Shell or Shock? Possible Redesign of Toyota Prius

Toyota Motor Company is considering a complete redesign of its iconic economy car, the Prius. After 15 years in production, with only very subtle design changes as seen in the design evolution pictures below. It would be a big risk for Toyota to drastically change the proven design of the Prius, but it could also open it to a large new consumer base. Since its original debut in 1997, the Prius has epitomized the movement towards environmentally friendly hybrid vehicles that run on both gasoline and electricity. The Prius has experienced record sales in 2012, with sales increasing 60 percent over last year.  The main driving factor for the possible shift to a new design is to move away from the awkward shell type platform that has reigned since its initial debut. Although the shell is an incredibly aerodynamic style, it has traditionally been seen as something of a “geek mobile” and was often ostracized by most car enthusiasts.  By shifting to a more generally appreciated design, Toyota would see its target market grow substantially, since most car buyers are always looking for the best mix of fuel economy and design appeal.

It is slightly surprising that Toyota is considering such a drastic redesign, since it is currently in the growth stage of the product life cycle. As stated in class, the growth stage is when a manufacturer needs to focus on competitive product improvements, which are needed to help it stay current with the recent  introduction of new competitors such as Ford, and the continuing rivalry with Honda. However, Toyota Prius has managed to follow one characteristic of  the  product life cycle, and that is to enhance distribution and capacity. It has managed to increase capacity from only a few thousand units in its initial introduction, to nearly 700,000 through only the first 9 months of this year. By designing a new generation of Prius to appeal to more style conscious consumers, Toyota may end up gouging its current market, since many of the current buyers appreciate the iconic shell shape. At this point it is impossible to predict the exact fate of the Prius, since the new design has yet to be finalized. However the question arises of what possible design attributes can Toyota maintain from the current model to retain current customers, and what can they change to help attract new buyers?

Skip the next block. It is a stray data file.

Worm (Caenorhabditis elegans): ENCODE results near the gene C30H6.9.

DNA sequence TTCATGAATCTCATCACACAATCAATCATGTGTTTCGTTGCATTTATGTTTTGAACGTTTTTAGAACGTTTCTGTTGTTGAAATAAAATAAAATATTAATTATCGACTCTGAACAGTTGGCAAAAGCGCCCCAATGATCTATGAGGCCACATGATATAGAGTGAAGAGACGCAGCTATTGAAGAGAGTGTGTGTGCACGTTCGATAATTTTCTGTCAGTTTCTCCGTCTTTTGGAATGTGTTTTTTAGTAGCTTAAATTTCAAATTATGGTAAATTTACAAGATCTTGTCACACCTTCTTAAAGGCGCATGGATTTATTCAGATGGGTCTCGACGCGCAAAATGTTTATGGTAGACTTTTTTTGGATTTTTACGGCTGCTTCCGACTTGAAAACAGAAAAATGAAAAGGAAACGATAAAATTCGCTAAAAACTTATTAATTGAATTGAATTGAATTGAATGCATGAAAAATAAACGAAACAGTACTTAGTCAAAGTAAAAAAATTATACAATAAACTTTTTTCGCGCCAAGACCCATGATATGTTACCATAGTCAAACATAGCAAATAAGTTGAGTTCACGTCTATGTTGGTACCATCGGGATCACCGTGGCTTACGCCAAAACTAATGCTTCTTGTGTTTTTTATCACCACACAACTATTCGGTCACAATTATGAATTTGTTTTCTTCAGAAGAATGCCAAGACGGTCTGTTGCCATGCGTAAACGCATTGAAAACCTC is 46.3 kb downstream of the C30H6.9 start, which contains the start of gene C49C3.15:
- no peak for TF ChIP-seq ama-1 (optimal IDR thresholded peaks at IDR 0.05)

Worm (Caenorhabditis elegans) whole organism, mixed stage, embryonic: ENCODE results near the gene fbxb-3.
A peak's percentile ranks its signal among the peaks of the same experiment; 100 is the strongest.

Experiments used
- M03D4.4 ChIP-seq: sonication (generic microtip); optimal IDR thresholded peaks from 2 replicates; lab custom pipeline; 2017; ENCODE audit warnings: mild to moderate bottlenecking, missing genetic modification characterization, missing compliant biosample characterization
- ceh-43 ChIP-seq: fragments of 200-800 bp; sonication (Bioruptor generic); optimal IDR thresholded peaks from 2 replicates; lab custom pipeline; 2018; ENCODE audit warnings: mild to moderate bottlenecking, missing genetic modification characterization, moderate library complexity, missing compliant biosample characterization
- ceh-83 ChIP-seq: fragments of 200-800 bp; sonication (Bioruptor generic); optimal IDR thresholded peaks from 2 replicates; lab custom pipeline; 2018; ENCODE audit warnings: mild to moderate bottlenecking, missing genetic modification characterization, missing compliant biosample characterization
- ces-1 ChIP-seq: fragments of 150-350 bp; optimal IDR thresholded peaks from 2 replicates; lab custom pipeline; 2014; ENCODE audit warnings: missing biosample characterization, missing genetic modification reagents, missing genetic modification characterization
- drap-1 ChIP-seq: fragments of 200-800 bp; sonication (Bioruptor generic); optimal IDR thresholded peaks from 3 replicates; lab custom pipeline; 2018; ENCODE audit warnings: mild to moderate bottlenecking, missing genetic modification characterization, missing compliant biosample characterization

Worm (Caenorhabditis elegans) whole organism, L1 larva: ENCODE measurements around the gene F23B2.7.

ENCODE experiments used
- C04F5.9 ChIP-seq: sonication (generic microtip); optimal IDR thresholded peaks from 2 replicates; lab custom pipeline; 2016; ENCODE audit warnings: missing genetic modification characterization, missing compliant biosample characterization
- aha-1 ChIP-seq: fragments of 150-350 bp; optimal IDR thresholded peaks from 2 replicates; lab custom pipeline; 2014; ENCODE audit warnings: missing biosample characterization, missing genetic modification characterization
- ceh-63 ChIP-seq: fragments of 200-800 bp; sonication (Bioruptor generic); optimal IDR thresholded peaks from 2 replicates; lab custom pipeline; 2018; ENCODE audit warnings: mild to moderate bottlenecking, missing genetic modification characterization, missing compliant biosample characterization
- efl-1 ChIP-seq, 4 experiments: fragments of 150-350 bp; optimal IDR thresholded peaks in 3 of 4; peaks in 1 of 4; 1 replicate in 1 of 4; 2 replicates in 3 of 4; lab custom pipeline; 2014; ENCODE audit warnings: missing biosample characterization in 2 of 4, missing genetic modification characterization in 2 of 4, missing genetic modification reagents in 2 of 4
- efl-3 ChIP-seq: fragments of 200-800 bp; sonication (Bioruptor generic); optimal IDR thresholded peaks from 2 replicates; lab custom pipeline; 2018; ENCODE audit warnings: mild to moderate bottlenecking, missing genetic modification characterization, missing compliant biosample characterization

3 thoughts on “Shell or Shock? Possible Redesign of Toyota Prius

  1. I didn’t know the Prius has been around for so long. I only discovered it once it became popular for being environmentally friendly. I understand that the redesign could be a response to the product life cycle, but why wouldn’t Toyota just introduce the redesigned car as something with a totally different name? Create an entirely new car, while still leaving individuals the option to buy a Prius, as customarily designed.

  2. Like the above comment, I was not aware that the Prius was introduced to the market in the late 90s. I feel like this is good approach for Toyota because as we learned from class that the growth period of the product life cycle they must focus on competitive product movements and redesign the body of the car to keep up with the changing consumer attitude towards appearance. I have noticedthislately with other vehicles specifically the Dodge Durango received a new makeover. Not completely sure how effective this has been for Dodge, but I believe that Toyota will be more successful because of their large customer loyalty and effective balance between quality and fuel efficiency.

  3. It is proven that the Toyota Prius has been an enormous success and that the design is rather iconic since it hasn’t changed much in over a decade. This reminds of the iconic colored Apple desktop computers that we all knew and are now thankful for today’s super thin iMacs. I think that like f1224sshelhamer said about the Dodge Durango, it might be time for a “makeover” of the Prius to meet a growing market of style and economically conscious consumers. This could just be what Toyota needs to “stay current” and competitive.

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